Copy
This week: notes on power, abstraction, mistakes, movies, and more...

 
View this email in your browser
Share Share
Tweet Tweet
Share Share
Aaaaand, we're back!

Here's where we left things off. Talking about the power of stories. Power has been on my mind a lot lately.

I figured my unease with the newsletter format had more to do with the content than the tool (for now).

Hence, I'm reclaiming my special superpowers as curator and conversationalist. 

+
 


There's power in abstraction.
Keith Haring by Riccardo Guasco
photographed by Jack Mitchell in 1984.

Website . TwitterInstagram

+

Here are 12 things I thought were worth sharing this week:
 
  1. When someone tried to buy my URL, I rediscovered how I think about what's meaningful to me. This is one way to reclaim power.
  2. I've been re-reading Maria Konnikova's The Biggest Bluff and taking copious notes. She does some of her best writing, including internal monologues. "If you haven't thought though (someone's) motivation, the behavior will be off." Here's more reading that can help you reframe uncertainty to empower yourself and your team.
  3. A friend's success can pave the path for your own flourishing. This wonderful conversation on envy with author Cheryl Strayed will make you squirm. In a good way.
  4. After reading two years' worth of articles and conversations by Jonathan Cook, and combining it with my own research and observation, I have something to say about the power of rituals.
  5. I found the remarks Anthony Shore made about the why pfizer is considered the elite, sexy, in-demand “hot person vaccine”—the Prada of vaccines— fascinating from a linguistic perspective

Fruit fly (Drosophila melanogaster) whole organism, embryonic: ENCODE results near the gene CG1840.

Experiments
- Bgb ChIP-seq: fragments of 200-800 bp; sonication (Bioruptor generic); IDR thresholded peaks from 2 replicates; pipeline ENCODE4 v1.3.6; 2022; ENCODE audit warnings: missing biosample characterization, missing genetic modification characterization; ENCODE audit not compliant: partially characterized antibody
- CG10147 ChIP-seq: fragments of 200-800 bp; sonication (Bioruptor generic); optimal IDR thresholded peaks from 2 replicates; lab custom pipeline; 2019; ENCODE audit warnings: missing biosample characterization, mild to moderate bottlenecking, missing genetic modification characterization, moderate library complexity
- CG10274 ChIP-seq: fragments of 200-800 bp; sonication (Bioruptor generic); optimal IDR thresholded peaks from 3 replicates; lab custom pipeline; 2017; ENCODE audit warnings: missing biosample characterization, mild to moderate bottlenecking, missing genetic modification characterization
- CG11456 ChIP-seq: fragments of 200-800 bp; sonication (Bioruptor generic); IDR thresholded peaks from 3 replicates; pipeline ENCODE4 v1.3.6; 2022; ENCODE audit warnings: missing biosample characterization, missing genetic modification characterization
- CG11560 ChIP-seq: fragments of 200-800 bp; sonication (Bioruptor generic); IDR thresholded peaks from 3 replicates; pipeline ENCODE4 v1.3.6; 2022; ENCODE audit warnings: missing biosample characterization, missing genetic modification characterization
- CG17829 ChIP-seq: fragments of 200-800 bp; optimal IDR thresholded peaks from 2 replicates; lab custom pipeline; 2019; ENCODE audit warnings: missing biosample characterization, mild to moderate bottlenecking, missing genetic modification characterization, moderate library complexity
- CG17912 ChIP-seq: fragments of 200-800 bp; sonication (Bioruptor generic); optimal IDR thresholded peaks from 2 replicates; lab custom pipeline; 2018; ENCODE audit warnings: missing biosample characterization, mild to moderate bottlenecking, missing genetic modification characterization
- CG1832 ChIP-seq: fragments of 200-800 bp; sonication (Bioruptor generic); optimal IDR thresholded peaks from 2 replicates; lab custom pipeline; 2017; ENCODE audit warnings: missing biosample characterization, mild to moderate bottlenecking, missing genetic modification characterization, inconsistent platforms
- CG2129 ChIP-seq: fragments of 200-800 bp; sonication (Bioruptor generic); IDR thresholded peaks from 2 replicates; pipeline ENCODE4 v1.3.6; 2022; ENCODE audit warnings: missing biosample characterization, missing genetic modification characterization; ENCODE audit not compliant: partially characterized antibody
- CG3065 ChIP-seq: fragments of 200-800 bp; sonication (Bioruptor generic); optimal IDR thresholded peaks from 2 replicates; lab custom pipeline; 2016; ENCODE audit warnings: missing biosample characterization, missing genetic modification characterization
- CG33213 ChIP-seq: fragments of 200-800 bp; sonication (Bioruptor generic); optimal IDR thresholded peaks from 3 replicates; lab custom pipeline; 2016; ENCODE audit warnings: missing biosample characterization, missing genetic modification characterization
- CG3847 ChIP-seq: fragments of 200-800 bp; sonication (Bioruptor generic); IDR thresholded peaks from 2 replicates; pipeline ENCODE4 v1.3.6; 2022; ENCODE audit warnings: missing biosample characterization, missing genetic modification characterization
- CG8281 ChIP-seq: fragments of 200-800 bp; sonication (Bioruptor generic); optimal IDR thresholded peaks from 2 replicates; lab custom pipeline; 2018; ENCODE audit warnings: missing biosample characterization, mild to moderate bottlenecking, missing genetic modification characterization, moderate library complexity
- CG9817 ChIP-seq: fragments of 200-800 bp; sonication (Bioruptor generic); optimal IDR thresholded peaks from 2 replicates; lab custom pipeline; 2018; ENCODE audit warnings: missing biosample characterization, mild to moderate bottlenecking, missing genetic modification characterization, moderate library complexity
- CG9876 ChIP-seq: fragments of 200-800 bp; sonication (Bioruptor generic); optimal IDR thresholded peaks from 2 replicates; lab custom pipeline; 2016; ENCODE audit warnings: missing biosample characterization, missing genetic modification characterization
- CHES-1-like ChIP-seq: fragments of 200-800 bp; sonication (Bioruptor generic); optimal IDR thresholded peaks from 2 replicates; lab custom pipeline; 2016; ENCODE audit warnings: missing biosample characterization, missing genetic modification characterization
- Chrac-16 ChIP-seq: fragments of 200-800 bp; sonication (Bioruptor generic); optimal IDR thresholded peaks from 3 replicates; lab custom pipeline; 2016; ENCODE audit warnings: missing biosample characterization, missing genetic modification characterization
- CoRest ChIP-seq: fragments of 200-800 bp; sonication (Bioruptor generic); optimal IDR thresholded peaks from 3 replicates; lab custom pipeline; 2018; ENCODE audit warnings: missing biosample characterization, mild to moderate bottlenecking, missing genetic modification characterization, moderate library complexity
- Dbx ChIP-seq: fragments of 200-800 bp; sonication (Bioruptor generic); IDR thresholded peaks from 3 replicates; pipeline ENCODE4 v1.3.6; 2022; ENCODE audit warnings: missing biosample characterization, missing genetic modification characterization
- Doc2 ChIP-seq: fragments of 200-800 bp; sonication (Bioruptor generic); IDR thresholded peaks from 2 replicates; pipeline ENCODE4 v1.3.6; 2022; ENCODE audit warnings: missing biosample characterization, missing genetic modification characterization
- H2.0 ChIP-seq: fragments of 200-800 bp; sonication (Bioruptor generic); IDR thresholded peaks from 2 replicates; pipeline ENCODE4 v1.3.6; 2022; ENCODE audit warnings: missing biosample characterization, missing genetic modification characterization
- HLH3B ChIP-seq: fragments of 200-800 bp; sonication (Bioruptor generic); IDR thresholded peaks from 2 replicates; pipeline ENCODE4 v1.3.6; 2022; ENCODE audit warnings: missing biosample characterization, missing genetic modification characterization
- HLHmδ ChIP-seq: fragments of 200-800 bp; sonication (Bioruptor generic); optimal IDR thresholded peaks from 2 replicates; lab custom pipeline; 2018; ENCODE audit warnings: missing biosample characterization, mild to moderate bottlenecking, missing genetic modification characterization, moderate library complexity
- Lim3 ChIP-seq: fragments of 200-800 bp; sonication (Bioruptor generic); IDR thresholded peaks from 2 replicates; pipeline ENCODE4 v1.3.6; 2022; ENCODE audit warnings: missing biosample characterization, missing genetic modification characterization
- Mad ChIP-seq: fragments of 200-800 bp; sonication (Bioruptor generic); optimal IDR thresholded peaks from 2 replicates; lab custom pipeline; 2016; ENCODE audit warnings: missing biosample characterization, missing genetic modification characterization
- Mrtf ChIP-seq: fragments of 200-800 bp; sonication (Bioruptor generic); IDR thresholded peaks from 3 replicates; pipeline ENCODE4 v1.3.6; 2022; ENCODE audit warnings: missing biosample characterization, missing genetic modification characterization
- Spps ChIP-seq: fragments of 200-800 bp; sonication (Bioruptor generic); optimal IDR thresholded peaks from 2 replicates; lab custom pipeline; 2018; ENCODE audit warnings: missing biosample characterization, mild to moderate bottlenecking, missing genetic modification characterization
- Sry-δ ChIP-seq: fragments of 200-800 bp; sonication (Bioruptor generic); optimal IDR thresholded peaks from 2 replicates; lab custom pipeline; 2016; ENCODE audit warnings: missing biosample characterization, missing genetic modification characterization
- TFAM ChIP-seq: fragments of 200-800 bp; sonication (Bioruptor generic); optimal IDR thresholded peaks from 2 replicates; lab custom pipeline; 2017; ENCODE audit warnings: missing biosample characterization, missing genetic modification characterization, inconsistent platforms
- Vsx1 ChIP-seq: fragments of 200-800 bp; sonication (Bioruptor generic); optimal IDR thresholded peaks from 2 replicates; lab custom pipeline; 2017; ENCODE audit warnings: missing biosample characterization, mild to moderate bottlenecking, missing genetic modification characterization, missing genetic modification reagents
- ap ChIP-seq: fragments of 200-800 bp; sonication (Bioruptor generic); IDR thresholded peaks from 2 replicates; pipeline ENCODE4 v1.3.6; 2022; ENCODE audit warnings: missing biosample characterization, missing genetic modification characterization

6. Resonance is much, much harder with truly new ideas. Hence posterity. Rand Fishkin has a breakdown of who and why amplifies content. Power deals in specifics.
  7. Longish, excellent post about how filmmakers communicate a feel-good story. It turns out how they achieve this is also a powerful determinant of the overall quality of the film.
  8. Mistakes do happen. Accountability is power. Curiosity turns an actor into an agent.
  9. I've stumbled upon a fascinating tradition of selling itself to itself in cultural narrative. “The American hero of folklore, then, is a grifter who tells the tale of his own redemption. Only, he (nearly always) is a grifter with a heart of gold who might pull little cons to get ahead, but stays true-hearted and noble where it actually matters."
  10. I'm with Rob Campbell on why the best form of professional revenge is apathy. He points to Sarah Millican's approach to professional users.
  11. We're all authors and actors in our lives. "The actor is the vessel" says
    @McConaughey in a surprisingly refreshing conversation with @montemagno.
  12. What Leszek Kolakowski says gives creative types hope: "Total consistency is tantamount in practice to fanaticism, while inconsistency is the source of tolerance."  
I took these photos in Pisa
during one of my famous Christmas pilgrimages in Italy in 2018.

 
Thank you for reading.
This letter is free, but not cheap.

To show your support, forward it to someone who'd like it,
shop from my suggested readings (I get a cut),
hit the yellow button, or hire me to consult.


❤️ 

 
Forward this email Forward this email

 
buy me coffee?
Grazie mille,
Valeria

 
If you're reading this and you're not a subscriber, sign up here.
Website
LinkedIn
Facebook
Twitter
If you're a creator check out

Graduate to fast, affordable WordPress hosting.

Copyright © 2021 Conversation Agent LLC, All rights reserved.


Want to change how you receive these emails?
You can update your preferences or unsubscribe from this list.

Email Marketing Powered by Mailchimp